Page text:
25 December 2020 22:58
Alesha Dixon, 42, and Amanda Holden, 49, looked gorgeous as they appeared on ITV tonight. DON'T MISS The spread of the new Covid-19 variant may be "particularly marked" in children, scientists have warned as they say that school closures may be needed to keep the R number below one. A rapid analysis by the Centre for Mathematical Modelling of Infectious Diseases at the London School of Hygiene and Tropical Medicine found that the variant is 56 per cent more transmissible than other forms of the virus. The study, which has not yet been peer reviewed, found that even if another national lockdown - similar to the one in England in November - was implemented, it would be "unlikely" to reduce the R to below one unless schools and universities were also closed. It comes amid growing pressure on the Government to close schools.
Downing Street has said that keeping schools open is a "national priority", but ministers are now considering keeping schools closed for all of January, with teaching unions demanding delays. They said that the new variant will lead to a wave of Covid-19 cases and deaths that will peak in Spring 2021 for London, the South East and East of England and summer 2021 for the rest of the country. Coronavirus cases, hospital admissions and deaths in 2021 could even exceed those in 2020 unless there is a "substantial" vaccine roll-out, which would mean ramping up vaccinations from the 200,000 per week that are being carried out this month to two million per week. Researchers explained that closing schools in January would delay the peak, which would buy more time for the vaccine to roll out to get underway. They added that the only way to reduce the burden on intensive care units (ICU) around the country would be a national lockdown plus school closures, combined with vaccinating two million people per week.
Prof Ferguson said they were "working as fast as they can" to work out whether it is safe to open schools in January and how best to ensure that children do not fuel virus spread. Oti Mabuse: Strictly pro reacts to Christmas special as viewers left divided by format FREE now and never miss the top Royal stories again. SUBSCRIBE Invalid email Sign up fornow and never miss the top Royal stories again. Strictly Come Dancing star Oti Mabuse took to Twitter today while watching the Christmas special of the ballroom dancing programme. The professional dancer told fans the dances on the top 25 list were "awesome," however, some viewers were frustrated by the show's format.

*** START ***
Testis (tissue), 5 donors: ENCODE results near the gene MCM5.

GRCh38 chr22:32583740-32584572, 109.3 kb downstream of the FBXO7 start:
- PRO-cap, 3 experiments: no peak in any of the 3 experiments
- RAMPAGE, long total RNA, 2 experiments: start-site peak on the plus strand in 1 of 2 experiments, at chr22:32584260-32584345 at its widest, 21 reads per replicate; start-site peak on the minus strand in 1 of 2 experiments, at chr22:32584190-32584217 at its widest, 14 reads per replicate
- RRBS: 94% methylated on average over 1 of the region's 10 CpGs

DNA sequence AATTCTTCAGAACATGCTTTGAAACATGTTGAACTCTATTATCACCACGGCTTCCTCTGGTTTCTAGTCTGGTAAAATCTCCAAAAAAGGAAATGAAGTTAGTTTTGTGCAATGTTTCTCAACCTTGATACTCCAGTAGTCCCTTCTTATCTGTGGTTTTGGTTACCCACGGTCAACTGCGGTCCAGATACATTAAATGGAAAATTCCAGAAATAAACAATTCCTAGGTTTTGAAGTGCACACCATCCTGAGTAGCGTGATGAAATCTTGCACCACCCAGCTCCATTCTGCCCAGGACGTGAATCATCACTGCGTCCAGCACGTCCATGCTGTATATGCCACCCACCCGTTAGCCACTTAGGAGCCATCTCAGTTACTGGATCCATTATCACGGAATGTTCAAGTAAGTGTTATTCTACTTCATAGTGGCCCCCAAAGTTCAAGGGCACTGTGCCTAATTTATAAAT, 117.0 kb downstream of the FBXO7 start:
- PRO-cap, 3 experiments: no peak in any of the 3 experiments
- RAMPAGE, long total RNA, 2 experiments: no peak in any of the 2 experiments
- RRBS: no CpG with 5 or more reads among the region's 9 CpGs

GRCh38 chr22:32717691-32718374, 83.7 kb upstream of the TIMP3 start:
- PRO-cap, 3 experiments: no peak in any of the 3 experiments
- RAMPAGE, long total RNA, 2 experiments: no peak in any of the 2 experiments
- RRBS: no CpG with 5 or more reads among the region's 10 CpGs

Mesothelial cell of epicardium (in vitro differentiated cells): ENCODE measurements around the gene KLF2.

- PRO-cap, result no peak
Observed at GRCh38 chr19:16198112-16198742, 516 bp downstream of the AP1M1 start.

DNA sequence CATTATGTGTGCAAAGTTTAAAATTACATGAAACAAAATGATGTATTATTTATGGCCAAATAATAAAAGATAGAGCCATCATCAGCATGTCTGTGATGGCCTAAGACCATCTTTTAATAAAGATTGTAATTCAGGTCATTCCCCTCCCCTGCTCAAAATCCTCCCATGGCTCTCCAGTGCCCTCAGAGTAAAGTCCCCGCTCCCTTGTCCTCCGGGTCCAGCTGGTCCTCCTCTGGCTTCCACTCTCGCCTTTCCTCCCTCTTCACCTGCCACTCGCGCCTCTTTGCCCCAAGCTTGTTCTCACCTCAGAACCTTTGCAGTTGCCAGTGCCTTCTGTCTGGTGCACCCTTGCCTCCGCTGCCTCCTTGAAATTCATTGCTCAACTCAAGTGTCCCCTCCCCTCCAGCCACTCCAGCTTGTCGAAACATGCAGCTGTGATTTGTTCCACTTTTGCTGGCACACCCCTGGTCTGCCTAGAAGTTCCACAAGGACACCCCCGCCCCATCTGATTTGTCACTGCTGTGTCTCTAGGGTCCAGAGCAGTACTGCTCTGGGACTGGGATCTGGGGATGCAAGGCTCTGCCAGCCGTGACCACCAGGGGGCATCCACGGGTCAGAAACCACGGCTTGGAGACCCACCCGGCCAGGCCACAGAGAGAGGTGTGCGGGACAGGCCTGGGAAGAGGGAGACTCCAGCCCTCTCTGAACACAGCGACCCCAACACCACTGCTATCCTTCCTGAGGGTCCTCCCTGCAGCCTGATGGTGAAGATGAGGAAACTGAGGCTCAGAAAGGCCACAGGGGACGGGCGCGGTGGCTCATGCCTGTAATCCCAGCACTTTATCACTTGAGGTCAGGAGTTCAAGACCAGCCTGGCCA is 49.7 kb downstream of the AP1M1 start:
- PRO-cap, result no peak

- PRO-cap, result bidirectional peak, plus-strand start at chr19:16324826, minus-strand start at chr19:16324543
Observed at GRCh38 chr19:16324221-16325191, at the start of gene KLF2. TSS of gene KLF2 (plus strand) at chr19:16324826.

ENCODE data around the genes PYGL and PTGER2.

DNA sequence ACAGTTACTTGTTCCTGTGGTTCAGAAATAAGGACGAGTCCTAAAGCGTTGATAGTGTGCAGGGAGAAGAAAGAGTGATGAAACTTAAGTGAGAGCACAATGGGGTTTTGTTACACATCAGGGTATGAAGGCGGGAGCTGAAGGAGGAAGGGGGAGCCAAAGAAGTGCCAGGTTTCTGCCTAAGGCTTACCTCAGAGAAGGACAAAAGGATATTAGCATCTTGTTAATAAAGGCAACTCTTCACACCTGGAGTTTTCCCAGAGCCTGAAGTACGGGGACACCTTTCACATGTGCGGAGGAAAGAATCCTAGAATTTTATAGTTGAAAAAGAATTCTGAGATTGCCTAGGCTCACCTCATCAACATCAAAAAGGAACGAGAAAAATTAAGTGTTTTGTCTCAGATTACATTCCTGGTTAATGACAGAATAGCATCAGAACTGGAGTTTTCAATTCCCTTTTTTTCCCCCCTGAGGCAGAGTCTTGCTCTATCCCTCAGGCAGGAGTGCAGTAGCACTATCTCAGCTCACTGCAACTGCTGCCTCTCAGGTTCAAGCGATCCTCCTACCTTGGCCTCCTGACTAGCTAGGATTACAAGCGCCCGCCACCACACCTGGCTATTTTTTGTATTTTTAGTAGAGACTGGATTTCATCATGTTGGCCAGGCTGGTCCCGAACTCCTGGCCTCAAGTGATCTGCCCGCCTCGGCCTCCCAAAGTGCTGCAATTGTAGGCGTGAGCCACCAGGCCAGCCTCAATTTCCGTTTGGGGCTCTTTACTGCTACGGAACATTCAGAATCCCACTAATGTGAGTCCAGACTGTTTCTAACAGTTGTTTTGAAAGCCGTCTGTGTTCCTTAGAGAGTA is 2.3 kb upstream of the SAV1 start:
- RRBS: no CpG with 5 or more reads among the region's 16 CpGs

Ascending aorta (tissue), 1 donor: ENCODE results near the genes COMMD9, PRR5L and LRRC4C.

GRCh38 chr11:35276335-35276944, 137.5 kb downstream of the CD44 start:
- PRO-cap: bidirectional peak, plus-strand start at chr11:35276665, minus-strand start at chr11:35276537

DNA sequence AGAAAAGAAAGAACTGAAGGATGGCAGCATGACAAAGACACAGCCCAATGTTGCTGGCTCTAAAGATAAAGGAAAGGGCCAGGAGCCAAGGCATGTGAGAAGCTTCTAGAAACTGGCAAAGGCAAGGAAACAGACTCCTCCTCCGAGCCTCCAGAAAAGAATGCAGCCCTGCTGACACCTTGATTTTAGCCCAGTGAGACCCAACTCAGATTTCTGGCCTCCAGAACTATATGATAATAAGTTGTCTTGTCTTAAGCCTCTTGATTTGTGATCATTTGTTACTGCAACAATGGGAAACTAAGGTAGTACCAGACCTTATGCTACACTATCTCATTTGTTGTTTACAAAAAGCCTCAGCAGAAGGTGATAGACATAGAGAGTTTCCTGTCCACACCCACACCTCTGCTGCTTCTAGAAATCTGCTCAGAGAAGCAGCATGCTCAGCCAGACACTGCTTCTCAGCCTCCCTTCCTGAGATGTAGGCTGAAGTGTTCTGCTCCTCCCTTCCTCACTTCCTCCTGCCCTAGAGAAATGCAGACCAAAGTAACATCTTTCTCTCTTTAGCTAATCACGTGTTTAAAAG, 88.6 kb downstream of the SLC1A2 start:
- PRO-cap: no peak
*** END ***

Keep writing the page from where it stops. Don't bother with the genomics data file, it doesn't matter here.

However this year, because of the coronavirus pandemic, the episode features a look back at 25 of the best dances in the show's history. Some viewers were a little frustrated they couldn't watch the whole dance and many of the routines had commentary over them. Oti Mabuse and Kelvin Fletcher in 2019 Oti Mabuse with 2020 Strictly champion Bill Bailey Oti Mabuse and Danny Mac's Samba made it into second place on the list "It's about dancing Dahhhhling, So WHY all the talking #strictly," one viewer wrote on Twitter. "Wish #Strictly would just let us watch the dances, without all the VTs and additional comments," another added. Disagreeing completely, another social media user said they preferred the change of format. "I've got to be honest I much prefer this version of Christmas strictly than the cheesy Christmas special with celebs we're not really invested in that we normally get #Strictly," the tweet. DON'T MISS... Kate Garraway's heartache as she spends Christmas apart from husband I'm loving seeing some of the best dances ever. So much better than the usual Christmas #Strictly. Strictly pro Oti Mabuse, who won the 2019 and 2020 series of the show, also took to Twitter to share her thoughts on her favourite dances. "Hope you're all tucked in watching @bbcstrictly Christmas countdown," she said. The 30-year-old dancer recalled watching some of the routines while staring in the German version of the show. I remember watching it while I was still on Let's Dance," she said following Janette Manrana and EastEnders star Jake Wood's performance. In previous years, Channel 4 has given us Judith Kerr's The Tiger Who Came to Tea and Michael Rosen's We're Going on a Bear Hunt, as well as the totemic The Snowman. It has come up with the goods again this year, in the form of a 20-minute adaptation of Quentin Blake's Clown, narrated in soothing tones by Helena Bonham Carter. It tells the story of a toy clown, a kind of Pierrot in high-top trainers, who is discarded by his old owners and ends up on a wild adventure. He's fought over by birds, chased by dogs and hurled from a window before he finds refuge at last. The Snowman, a film that has become part of the iconography of British Christmas, looms over these productions. More unluckily for Blake & Co, Clown's storyline also has at least a passing resemblance to another children's entertainment juggernaut, Toy Story. Entirely unfair, given that Blake's book came out in 1980, and any influence flowed the other way. Besides, none of this detracts from Clown, which is delightfully rendered in a style that's faithful to Blake's unmistakeable hand-drawn illustrations. Your appreciation for the film may depend on whether Blake's drawings were part of your childhood. He's done more than 300 books, so you'd have to have been living in a bin yourself not to have come across them. Personally, his scratchy illustrations for the Roald Dahl books are etched into my brain, so Clown was a happy nostalgia trip. Blake's genius is to convey character with a single line, or the tiniest shift in expression, and the film brings this out, leaving in the imprecisions rather than trying to smooth things over or fill in the backgrounds. A still from Quentin Blake's Clown, Channel 4's new hand-drawn animated special (Channel 4) On All 4, there is a 10-minute behind-the-scenes look at how they made the film. It's worth a look, if only to see Bonham Carter clowning around, an interview with Blake himself, and some adorable Italian animators who work in a 16th-century palace in Genoa's medieval old town. They go to great lengths to explain that they were working in a Covid-secure environment, and that no undue risks were taken in bringing you your festive entertainment. If Quentin Blake's Clown has a moral, it's sometimes the best presents are the ones other people have thrown away. "Given the way 2020 has panned out, we're desperate for happy endings," says Bonham Carter. In the event that your children were not too wired on Quality Street to be in bed by 8pm on Christmas Day, Channel 4 offered a new animation: Quentin Blake's Clown. Blake is best known as an illustrator of other people's work, notably Roald Dahl, but has also produced plenty of his own stories. Clown is a picture book in the truest sense, with no words at all. The animation added narration by Helena Bonham Carter but no dialogue. This was unusual enough to be noted by my five-year-old, who I fear has been spoilt by prolonged exposure to Julia Donaldson's rhymes. The Italian animation team did a wonderful job of transferring Blake's freewheeling illustrations to the screen, the grain of the paper visible behind the characters. One of the things that sets Blake apart from his peers is his rejection of cuteness, in the knowledge that stories don't need to be told through fluffy bunny wabbits to keep children engaged.